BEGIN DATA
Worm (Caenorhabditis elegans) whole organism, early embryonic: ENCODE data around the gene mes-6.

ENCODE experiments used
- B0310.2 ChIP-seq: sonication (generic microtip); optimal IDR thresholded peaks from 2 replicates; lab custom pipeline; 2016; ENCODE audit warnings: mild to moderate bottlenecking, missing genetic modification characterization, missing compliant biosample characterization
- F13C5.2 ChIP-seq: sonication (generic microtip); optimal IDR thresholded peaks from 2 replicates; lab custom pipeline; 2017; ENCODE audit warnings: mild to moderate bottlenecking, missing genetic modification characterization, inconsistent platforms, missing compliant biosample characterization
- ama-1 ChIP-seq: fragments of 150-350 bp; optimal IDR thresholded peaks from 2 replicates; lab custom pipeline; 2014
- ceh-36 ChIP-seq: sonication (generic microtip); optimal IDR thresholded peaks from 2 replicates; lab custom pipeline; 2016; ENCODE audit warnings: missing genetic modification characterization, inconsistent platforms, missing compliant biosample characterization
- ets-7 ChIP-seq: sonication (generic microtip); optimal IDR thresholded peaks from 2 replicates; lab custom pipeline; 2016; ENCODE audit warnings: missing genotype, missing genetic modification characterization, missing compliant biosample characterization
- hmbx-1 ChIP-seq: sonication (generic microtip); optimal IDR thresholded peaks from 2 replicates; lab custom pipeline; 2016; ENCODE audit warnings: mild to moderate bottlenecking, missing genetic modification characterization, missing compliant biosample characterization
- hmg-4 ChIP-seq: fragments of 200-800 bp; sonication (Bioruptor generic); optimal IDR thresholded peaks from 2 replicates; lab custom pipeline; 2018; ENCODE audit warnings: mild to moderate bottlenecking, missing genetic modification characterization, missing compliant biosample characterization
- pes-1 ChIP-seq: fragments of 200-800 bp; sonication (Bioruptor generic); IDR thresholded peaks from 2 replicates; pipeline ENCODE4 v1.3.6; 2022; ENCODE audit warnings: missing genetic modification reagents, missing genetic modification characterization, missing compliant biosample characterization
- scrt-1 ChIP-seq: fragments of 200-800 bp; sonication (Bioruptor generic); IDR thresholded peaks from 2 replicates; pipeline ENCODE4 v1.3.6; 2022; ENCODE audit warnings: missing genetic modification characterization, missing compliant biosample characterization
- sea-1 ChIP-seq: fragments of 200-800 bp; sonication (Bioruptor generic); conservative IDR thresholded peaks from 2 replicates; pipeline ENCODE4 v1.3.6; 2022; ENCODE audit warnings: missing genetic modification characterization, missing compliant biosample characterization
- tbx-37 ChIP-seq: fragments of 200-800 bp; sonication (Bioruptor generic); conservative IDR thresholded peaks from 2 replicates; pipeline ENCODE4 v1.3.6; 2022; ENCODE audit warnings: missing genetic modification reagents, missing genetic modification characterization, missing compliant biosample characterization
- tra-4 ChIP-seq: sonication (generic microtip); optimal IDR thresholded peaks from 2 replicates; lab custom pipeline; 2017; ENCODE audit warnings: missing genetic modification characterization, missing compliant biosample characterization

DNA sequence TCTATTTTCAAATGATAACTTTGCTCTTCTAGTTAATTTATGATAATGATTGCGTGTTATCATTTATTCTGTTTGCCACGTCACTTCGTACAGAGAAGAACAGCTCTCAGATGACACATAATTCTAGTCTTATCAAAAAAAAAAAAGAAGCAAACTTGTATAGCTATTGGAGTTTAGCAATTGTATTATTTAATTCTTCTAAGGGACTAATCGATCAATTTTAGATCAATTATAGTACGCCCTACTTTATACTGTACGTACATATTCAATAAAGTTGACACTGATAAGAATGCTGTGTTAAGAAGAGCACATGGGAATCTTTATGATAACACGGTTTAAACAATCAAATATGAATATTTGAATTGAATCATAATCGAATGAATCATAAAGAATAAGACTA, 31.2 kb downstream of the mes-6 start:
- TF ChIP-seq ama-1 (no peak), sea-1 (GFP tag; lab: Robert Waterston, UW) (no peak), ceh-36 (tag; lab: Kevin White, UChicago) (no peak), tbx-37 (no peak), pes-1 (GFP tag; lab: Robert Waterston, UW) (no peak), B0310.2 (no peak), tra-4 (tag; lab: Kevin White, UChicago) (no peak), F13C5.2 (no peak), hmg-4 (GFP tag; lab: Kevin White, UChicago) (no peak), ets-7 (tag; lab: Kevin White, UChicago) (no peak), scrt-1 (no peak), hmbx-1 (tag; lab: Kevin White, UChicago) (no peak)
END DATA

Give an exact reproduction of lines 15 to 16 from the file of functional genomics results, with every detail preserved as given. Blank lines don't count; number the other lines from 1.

DNA sequence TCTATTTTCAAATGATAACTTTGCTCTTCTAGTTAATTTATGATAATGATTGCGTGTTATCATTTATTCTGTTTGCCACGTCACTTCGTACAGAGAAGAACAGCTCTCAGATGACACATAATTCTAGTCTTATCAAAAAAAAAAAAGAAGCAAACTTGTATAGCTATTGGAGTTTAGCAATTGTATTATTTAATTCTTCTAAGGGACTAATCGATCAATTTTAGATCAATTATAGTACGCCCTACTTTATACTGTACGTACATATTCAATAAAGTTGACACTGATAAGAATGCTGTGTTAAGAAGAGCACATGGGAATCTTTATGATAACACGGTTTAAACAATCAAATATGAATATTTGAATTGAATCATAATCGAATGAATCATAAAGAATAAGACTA, 31.2 kb downstream of the mes-6 start:
- TF ChIP-seq ama-1 (no peak), sea-1 (GFP tag; lab: Robert Waterston, UW) (no peak), ceh-36 (tag; lab: Kevin White, UChicago) (no peak), tbx-37 (no peak), pes-1 (GFP tag; lab: Robert Waterston, UW) (no peak), B0310.2 (no peak), tra-4 (tag; lab: Kevin White, UChicago) (no peak), F13C5.2 (no peak), hmg-4 (GFP tag; lab: Kevin White, UChicago) (no peak), ets-7 (tag; lab: Kevin White, UChicago) (no peak), scrt-1 (no peak), hmbx-1 (tag; lab: Kevin White, UChicago) (no peak)